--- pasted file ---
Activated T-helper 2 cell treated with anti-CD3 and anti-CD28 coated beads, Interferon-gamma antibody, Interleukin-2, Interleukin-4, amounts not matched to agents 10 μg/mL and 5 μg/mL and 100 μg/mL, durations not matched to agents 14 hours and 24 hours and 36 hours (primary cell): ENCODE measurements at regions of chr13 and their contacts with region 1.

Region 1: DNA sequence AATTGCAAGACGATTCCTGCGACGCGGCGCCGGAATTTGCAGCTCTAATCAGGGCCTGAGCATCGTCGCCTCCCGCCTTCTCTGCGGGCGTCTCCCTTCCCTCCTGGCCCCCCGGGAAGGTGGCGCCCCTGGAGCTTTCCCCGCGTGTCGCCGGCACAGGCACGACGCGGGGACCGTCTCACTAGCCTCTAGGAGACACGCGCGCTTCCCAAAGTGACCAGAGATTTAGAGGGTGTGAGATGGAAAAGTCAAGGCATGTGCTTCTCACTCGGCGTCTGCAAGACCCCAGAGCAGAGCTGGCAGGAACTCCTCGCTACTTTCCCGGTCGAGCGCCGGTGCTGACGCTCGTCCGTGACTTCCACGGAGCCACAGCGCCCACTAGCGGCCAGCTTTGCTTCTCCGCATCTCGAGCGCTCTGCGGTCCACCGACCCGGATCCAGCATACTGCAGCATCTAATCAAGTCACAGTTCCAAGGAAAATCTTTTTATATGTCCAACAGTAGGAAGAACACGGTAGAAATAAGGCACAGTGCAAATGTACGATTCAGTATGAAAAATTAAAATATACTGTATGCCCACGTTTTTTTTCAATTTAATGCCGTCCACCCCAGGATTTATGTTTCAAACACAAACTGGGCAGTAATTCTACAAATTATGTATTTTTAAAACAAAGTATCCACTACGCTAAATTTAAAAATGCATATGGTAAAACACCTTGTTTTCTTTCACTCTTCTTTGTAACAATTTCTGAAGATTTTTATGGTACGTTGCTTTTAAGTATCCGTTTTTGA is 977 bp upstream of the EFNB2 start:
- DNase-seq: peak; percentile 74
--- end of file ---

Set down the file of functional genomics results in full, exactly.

Activated T-helper 2 cell treated with anti-CD3 and anti-CD28 coated beads, Interferon-gamma antibody, Interleukin-2, Interleukin-4, amounts not matched to agents 10 μg/mL and 5 μg/mL and 100 μg/mL, durations not matched to agents 14 hours and 24 hours and 36 hours (primary cell): ENCODE measurements at regions of chr13 and their contacts with region 1.

Region 1: DNA sequence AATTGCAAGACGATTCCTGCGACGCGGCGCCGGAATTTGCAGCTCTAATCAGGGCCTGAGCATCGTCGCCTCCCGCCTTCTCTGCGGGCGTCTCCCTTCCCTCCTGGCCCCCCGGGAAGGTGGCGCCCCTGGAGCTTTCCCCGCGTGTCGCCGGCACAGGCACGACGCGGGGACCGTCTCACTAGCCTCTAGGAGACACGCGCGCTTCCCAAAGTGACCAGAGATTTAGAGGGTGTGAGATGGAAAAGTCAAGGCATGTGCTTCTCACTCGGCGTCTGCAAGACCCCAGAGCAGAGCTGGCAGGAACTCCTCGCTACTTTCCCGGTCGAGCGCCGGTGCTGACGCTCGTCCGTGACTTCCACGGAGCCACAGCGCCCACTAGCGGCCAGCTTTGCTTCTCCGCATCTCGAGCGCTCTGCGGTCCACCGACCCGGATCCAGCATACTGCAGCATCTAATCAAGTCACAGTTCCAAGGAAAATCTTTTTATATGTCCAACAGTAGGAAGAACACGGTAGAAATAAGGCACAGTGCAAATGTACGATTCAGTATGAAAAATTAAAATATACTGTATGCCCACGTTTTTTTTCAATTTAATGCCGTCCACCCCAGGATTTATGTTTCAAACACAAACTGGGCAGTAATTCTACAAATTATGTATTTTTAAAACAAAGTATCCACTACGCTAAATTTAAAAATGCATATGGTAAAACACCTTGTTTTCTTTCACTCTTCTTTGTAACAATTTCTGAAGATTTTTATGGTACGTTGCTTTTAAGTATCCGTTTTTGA is 977 bp upstream of the EFNB2 start:
- DNase-seq: peak; percentile 74